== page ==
Saturday comment2

The essence of the project is the imperative of returning to the good old days of patriotic, quality and selfless leadership, writes Chuks Akamadu

As far as I can remember, my first reasonable acquaintance with the late Dr. Michael Okpara legacy and the essence of preserving it was in 2004 – I think – when my late uncle and mentor, Chief Bob Ogbuagu drafted me in midstream as a part of Michael Okpara Memorial lecture Series for that year – and unfortunately, I’m not sure another held subsequently.

The lecture series was conceived, in the main, to be an annual tribute to the cherished memory of Dr. Okpara as premier of defunct Eastern Region and, in a most functional sense, serve as an intellectual platform to stimulate robust national debates and conversations around good governance and quality leadership. Overtime, the yearly dialogue fermented to become an annual interrogative ritual that, more or less, evaluated and passed damning judgments on contemporary leadership – cutting across the three tiers of government.

On ground to join late Chief Ogbuagu to see that year’s lecture through were Chief Matthew Mbu, Prof. Joe Irukwu, Chief MCK Ajuluchukwu, Prince Okey Nwadinobi and the late premier’s son, Chief Uzodinma Okpara, all of whom save for Prince Nwadinobi I was meeting for the first time. I was, for want of a more fitting adjective, fascinated by the demonstrable profuse passion and zealous commitment of those illustrious Nigerians some of whom were icons in their individual rights to the Dr. Okpara memorial project. If you call them “faithful disciples”, you wouldn’t be wrong, because they truly were and the reason for the gathering of stars must be worth it – I had secretly surmised.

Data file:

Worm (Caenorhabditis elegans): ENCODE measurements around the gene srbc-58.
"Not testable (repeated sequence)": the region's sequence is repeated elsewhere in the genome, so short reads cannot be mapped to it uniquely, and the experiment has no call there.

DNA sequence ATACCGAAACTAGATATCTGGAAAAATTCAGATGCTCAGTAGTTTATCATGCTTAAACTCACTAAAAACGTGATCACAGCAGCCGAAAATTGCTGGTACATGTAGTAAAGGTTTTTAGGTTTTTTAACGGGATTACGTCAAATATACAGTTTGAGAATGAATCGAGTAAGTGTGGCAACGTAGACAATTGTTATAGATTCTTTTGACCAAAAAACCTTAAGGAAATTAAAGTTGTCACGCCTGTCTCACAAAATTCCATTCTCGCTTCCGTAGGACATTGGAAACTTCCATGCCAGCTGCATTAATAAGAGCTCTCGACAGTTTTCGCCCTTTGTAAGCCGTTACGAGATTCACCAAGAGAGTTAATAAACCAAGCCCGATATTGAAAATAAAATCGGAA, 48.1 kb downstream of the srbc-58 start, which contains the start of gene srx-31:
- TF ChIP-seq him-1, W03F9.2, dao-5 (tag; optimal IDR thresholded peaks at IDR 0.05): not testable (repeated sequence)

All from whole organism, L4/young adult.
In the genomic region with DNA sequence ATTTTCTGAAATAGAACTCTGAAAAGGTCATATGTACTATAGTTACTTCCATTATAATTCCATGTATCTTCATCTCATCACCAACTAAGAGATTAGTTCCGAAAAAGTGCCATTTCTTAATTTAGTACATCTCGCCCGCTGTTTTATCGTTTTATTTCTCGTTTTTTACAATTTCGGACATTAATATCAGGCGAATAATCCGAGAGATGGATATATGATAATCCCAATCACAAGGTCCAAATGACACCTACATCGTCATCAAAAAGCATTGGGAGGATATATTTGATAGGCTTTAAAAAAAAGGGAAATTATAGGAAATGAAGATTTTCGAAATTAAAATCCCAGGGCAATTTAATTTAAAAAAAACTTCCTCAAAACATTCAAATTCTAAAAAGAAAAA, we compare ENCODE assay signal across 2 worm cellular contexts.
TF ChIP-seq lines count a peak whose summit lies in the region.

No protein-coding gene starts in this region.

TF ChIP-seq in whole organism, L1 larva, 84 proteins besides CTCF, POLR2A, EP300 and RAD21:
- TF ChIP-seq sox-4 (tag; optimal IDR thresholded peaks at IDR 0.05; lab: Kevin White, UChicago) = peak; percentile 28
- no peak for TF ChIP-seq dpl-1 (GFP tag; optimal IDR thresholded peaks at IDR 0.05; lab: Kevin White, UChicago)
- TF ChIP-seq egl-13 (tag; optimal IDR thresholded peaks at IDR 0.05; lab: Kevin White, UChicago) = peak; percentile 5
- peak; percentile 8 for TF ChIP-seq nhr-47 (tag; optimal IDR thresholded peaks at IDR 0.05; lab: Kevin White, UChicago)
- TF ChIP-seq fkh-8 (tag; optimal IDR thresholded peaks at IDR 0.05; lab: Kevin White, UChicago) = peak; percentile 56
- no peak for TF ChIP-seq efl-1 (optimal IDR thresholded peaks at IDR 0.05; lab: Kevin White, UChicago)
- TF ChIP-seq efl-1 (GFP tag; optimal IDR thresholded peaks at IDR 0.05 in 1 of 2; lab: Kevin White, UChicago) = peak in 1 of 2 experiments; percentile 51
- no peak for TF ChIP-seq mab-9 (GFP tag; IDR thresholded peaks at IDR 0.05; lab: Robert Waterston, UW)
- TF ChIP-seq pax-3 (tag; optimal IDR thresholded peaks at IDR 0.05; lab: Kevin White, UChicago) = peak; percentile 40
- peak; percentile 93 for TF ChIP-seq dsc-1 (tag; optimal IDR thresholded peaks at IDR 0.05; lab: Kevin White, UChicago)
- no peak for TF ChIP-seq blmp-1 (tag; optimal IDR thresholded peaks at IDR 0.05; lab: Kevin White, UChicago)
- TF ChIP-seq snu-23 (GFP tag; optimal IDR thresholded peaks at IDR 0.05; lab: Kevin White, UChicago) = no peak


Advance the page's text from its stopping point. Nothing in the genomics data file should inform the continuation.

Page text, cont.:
That useful exposure of mine some 15 years ago invites me to revisit an elaborate chat I had with late Chief Sam Okwulehie, another ardent follower of the late premier who served as Mayor of Umuahia under the latter’s watch. It had been his 90th birthday anniversary celebrations and I had seized the opportunity to ask him what it was about the Dr. Okpara phenomenon, and Chief Okwulehie had graciously obliged me. Every word he uttered sounded as though it dropped from late Chief Ogbuagu’s tongue. His gesticulations, the emotion and strong sentiments he repeatedly betrayed were in no material way different from those of his co-disciple – late Chief Ogbuagu.

In his somewhat exhaustive submission, one thing that struck me the hardest was that the Dr. Okpara portrait he was building verbally had vision, service, rare intellect, strategy, planning, compassion, humility, patriotism, modesty, discipline, hard work and diligence as essential elements. If Dr. Okpara was all these wrapped in a single pack, it then became understandable why he was thought to possess an uncommon magic wand in his days as premier. It also explains substantially why his disciples stayed faithful to their creed many many years after his demise.

For here was a man who approached governance with clear vision, remarkable foresight, clinical precision and an eye on history! Dr. Okpara called his political philosophy “pragmatic socialism” and indeed through an ingenious, well-choreographed, economic blueprint raised the bar of infrastructural development across the defunct Eastern Region which comprised Abia, Akwa Ibom, Anambra, Bayelsa, Cross River, Ebonyi, Enugu, Imo and Rivers States.